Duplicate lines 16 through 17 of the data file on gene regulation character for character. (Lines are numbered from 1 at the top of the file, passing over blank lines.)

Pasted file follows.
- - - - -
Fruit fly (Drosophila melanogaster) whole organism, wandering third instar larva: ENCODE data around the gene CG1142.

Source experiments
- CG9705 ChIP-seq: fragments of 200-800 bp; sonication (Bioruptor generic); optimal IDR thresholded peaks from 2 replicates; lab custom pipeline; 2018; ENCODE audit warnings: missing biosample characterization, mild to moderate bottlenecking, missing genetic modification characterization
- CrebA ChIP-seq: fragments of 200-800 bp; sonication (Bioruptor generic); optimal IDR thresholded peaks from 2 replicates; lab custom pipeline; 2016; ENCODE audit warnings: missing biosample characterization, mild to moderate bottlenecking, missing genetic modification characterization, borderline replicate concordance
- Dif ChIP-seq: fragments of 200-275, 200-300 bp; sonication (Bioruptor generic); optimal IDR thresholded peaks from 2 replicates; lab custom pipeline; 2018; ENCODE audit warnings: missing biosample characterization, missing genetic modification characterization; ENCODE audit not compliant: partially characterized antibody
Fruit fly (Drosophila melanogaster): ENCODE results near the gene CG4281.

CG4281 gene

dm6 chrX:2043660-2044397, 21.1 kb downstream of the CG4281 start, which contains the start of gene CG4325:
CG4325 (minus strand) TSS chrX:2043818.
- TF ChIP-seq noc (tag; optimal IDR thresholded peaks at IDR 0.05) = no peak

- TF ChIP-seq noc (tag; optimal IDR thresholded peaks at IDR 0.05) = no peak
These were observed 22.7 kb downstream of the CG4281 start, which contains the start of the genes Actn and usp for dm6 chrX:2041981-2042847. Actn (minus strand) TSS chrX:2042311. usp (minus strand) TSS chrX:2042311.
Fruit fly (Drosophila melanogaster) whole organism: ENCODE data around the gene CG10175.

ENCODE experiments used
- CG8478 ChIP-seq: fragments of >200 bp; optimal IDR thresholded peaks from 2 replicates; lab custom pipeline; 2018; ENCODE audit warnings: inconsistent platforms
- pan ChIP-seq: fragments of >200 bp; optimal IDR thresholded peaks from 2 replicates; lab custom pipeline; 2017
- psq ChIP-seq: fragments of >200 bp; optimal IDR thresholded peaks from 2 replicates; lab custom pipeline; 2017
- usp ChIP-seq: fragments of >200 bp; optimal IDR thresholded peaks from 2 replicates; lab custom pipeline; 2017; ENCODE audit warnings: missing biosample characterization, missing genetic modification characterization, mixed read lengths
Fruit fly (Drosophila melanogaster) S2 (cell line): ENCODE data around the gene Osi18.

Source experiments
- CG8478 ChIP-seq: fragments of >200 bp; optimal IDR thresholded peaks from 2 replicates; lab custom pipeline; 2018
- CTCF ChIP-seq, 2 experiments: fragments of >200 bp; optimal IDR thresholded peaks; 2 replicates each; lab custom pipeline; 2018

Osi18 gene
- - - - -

- pan ChIP-seq: fragments of >200 bp; optimal IDR thresholded peaks from 2 replicates; lab custom pipeline; 2017
- psq ChIP-seq: fragments of >200 bp; optimal IDR thresholded peaks from 2 replicates; lab custom pipeline; 2017